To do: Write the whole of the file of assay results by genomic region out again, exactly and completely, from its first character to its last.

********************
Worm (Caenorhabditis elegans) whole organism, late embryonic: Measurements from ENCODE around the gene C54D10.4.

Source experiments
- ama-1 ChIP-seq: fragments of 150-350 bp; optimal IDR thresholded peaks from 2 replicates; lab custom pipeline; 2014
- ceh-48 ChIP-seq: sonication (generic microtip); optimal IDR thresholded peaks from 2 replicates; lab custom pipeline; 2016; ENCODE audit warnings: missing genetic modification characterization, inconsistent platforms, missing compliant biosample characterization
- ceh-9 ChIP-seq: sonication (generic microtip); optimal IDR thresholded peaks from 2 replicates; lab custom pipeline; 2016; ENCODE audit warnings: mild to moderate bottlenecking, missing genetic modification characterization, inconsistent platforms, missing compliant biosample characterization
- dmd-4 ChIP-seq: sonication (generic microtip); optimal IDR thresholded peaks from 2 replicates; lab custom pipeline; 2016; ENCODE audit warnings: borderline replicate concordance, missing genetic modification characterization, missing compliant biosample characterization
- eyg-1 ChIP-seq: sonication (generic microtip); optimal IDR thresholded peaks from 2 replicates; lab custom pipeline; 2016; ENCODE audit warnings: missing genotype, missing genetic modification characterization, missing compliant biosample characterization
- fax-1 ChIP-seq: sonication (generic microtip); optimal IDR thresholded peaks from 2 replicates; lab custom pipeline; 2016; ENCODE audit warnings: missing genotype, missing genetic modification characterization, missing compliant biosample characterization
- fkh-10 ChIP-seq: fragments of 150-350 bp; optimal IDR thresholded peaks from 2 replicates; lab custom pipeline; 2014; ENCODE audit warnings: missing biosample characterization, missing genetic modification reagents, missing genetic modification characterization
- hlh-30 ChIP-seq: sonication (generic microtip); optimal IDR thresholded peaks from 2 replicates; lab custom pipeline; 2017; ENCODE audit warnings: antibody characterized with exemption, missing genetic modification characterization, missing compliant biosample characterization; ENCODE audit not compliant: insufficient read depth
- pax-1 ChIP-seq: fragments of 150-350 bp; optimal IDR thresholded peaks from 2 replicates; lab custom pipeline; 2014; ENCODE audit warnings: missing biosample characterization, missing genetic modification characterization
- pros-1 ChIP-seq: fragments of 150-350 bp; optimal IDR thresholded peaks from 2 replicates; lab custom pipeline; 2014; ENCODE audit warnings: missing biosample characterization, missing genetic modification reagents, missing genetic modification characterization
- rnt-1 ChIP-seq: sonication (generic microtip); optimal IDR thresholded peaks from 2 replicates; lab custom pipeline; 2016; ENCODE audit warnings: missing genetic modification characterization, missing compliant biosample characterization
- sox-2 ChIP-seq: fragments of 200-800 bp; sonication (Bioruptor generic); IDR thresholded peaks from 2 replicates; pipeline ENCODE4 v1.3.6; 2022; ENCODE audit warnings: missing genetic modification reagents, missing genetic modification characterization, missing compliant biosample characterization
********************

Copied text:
Worm (Caenorhabditis elegans) whole organism, late embryonic: Measurements from ENCODE around the gene C54D10.4.

Source experiments
- ama-1 ChIP-seq: fragments of 150-350 bp; optimal IDR thresholded peaks from 2 replicates; lab custom pipeline; 2014
- ceh-48 ChIP-seq: sonication (generic microtip); optimal IDR thresholded peaks from 2 replicates; lab custom pipeline; 2016; ENCODE audit warnings: missing genetic modification characterization, inconsistent platforms, missing compliant biosample characterization
- ceh-9 ChIP-seq: sonication (generic microtip); optimal IDR thresholded peaks from 2 replicates; lab custom pipeline; 2016; ENCODE audit warnings: mild to moderate bottlenecking, missing genetic modification characterization, inconsistent platforms, missing compliant biosample characterization
- dmd-4 ChIP-seq: sonication (generic microtip); optimal IDR thresholded peaks from 2 replicates; lab custom pipeline; 2016; ENCODE audit warnings: borderline replicate concordance, missing genetic modification characterization, missing compliant biosample characterization
- eyg-1 ChIP-seq: sonication (generic microtip); optimal IDR thresholded peaks from 2 replicates; lab custom pipeline; 2016; ENCODE audit warnings: missing genotype, missing genetic modification characterization, missing compliant biosample characterization
- fax-1 ChIP-seq: sonication (generic microtip); optimal IDR thresholded peaks from 2 replicates; lab custom pipeline; 2016; ENCODE audit warnings: missing genotype, missing genetic modification characterization, missing compliant biosample characterization
- fkh-10 ChIP-seq: fragments of 150-350 bp; optimal IDR thresholded peaks from 2 replicates; lab custom pipeline; 2014; ENCODE audit warnings: missing biosample characterization, missing genetic modification reagents, missing genetic modification characterization
- hlh-30 ChIP-seq: sonication (generic microtip); optimal IDR thresholded peaks from 2 replicates; lab custom pipeline; 2017; ENCODE audit warnings: antibody characterized with exemption, missing genetic modification characterization, missing compliant biosample characterization; ENCODE audit not compliant: insufficient read depth
- pax-1 ChIP-seq: fragments of 150-350 bp; optimal IDR thresholded peaks from 2 replicates; lab custom pipeline; 2014; ENCODE audit warnings: missing biosample characterization, missing genetic modification characterization
- pros-1 ChIP-seq: fragments of 150-350 bp; optimal IDR thresholded peaks from 2 replicates; lab custom pipeline; 2014; ENCODE audit warnings: missing biosample characterization, missing genetic modification reagents, missing genetic modification characterization
- rnt-1 ChIP-seq: sonication (generic microtip); optimal IDR thresholded peaks from 2 replicates; lab custom pipeline; 2016; ENCODE audit warnings: missing genetic modification characterization, missing compliant biosample characterization
- sox-2 ChIP-seq: fragments of 200-800 bp; sonication (Bioruptor generic); IDR thresholded peaks from 2 replicates; pipeline ENCODE4 v1.3.6; 2022; ENCODE audit warnings: missing genetic modification reagents, missing genetic modification characterization, missing compliant biosample characterization